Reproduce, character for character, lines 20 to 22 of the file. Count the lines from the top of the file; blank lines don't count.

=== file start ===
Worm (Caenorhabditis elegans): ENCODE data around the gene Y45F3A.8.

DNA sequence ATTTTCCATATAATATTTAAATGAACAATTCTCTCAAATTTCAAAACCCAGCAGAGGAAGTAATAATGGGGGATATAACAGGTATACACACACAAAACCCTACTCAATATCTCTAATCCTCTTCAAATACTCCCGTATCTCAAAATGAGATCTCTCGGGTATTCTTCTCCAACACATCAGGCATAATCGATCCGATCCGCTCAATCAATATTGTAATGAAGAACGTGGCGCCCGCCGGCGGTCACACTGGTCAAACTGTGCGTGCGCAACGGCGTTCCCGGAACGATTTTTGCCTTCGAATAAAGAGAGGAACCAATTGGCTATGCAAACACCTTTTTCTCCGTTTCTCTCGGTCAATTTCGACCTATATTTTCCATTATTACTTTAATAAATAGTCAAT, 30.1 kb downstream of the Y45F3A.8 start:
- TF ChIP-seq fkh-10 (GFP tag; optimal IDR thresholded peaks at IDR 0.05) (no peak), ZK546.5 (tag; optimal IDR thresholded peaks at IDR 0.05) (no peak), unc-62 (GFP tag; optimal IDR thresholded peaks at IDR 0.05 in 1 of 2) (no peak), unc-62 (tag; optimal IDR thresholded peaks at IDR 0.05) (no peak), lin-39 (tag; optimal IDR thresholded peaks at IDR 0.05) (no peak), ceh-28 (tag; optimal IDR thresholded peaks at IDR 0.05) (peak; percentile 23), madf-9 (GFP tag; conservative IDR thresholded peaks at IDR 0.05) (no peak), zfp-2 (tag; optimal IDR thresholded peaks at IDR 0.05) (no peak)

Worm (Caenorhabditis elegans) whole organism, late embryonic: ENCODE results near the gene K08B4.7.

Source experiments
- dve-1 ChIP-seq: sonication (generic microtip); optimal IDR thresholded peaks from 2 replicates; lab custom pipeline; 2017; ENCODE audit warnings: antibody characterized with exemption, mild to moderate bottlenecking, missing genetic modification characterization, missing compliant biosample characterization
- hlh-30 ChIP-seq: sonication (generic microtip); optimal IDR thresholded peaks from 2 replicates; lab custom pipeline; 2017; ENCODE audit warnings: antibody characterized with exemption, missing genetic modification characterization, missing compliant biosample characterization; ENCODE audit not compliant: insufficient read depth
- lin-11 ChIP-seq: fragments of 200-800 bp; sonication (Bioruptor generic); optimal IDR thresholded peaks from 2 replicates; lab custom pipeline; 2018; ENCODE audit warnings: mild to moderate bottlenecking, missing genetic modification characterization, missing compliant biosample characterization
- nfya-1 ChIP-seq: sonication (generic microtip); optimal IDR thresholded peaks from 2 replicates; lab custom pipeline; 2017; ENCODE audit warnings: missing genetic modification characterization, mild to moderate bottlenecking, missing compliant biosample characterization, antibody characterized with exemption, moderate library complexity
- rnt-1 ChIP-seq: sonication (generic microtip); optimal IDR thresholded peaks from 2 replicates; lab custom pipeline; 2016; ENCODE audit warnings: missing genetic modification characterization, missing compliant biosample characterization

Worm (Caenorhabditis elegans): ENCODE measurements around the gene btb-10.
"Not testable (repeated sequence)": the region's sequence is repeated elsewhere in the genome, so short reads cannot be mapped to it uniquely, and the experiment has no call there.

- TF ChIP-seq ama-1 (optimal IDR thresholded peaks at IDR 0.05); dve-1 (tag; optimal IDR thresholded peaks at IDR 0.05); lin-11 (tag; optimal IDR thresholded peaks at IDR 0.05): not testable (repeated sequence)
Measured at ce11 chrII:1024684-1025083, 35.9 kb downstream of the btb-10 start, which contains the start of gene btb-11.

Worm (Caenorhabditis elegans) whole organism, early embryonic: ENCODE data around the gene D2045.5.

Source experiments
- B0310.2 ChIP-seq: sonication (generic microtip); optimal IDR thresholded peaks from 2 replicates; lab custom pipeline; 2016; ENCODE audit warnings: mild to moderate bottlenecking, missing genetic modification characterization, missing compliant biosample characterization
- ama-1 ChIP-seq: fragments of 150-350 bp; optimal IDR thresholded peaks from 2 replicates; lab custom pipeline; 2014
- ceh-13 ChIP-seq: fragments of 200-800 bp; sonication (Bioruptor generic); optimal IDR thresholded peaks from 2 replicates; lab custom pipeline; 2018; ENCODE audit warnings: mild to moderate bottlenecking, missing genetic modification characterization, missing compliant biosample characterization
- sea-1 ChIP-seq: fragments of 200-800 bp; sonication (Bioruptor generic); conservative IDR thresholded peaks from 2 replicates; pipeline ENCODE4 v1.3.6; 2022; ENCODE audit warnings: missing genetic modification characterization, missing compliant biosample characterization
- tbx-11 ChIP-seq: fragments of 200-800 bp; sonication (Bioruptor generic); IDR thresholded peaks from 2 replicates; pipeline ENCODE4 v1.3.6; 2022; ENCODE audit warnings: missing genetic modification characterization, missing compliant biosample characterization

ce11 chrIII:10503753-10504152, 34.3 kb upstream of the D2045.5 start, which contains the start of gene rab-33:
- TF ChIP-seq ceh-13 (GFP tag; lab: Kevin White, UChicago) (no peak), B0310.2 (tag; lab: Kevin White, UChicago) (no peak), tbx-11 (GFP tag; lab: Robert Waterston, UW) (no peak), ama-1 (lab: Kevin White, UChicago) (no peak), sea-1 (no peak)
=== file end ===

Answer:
- sea-1 ChIP-seq: fragments of 200-800 bp; sonication (Bioruptor generic); conservative IDR thresholded peaks from 2 replicates; pipeline ENCODE4 v1.3.6; 2022; ENCODE audit warnings: missing genetic modification characterization, missing compliant biosample characterization
- tbx-11 ChIP-seq: fragments of 200-800 bp; sonication (Bioruptor generic); IDR thresholded peaks from 2 replicates; pipeline ENCODE4 v1.3.6; 2022; ENCODE audit warnings: missing genetic modification characterization, missing compliant biosample characterization

ce11 chrIII:10503753-10504152, 34.3 kb upstream of the D2045.5 start, which contains the start of gene rab-33: